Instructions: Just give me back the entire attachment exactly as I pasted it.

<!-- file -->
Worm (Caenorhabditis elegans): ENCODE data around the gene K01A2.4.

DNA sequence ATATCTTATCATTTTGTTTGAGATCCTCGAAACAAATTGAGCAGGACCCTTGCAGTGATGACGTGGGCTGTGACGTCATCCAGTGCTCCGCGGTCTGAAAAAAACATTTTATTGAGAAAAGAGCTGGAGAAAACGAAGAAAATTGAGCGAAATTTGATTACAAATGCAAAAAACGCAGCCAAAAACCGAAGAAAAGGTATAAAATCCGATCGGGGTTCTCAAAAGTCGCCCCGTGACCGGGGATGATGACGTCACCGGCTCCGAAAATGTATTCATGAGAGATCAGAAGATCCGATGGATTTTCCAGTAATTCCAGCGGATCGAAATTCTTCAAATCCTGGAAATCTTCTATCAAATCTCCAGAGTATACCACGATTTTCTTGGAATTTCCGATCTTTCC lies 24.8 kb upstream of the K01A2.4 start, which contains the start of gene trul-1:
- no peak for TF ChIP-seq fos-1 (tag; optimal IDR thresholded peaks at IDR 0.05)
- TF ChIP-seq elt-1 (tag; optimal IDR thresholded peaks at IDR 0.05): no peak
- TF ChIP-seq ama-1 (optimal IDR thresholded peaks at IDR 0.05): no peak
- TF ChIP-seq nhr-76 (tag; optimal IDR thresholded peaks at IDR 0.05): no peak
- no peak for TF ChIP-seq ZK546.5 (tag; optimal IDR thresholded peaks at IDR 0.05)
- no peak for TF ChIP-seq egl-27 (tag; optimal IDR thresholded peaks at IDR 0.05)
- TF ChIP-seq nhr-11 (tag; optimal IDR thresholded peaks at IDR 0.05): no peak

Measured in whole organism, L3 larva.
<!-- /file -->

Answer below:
Worm (Caenorhabditis elegans): ENCODE data around the gene K01A2.4.

DNA sequence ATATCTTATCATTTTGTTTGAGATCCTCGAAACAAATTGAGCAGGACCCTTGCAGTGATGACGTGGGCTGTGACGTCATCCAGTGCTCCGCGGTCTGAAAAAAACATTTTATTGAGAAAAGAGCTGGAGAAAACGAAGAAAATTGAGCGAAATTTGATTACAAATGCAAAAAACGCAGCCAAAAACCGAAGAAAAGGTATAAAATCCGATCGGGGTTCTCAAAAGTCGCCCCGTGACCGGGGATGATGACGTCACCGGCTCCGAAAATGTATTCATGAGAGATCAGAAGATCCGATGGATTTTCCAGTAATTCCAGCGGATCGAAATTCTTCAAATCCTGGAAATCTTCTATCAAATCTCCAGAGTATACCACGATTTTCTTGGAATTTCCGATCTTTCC lies 24.8 kb upstream of the K01A2.4 start, which contains the start of gene trul-1:
- no peak for TF ChIP-seq fos-1 (tag; optimal IDR thresholded peaks at IDR 0.05)
- TF ChIP-seq elt-1 (tag; optimal IDR thresholded peaks at IDR 0.05): no peak
- TF ChIP-seq ama-1 (optimal IDR thresholded peaks at IDR 0.05): no peak
- TF ChIP-seq nhr-76 (tag; optimal IDR thresholded peaks at IDR 0.05): no peak
- no peak for TF ChIP-seq ZK546.5 (tag; optimal IDR thresholded peaks at IDR 0.05)
- no peak for TF ChIP-seq egl-27 (tag; optimal IDR thresholded peaks at IDR 0.05)
- TF ChIP-seq nhr-11 (tag; optimal IDR thresholded peaks at IDR 0.05): no peak

Measured in whole organism, L3 larva.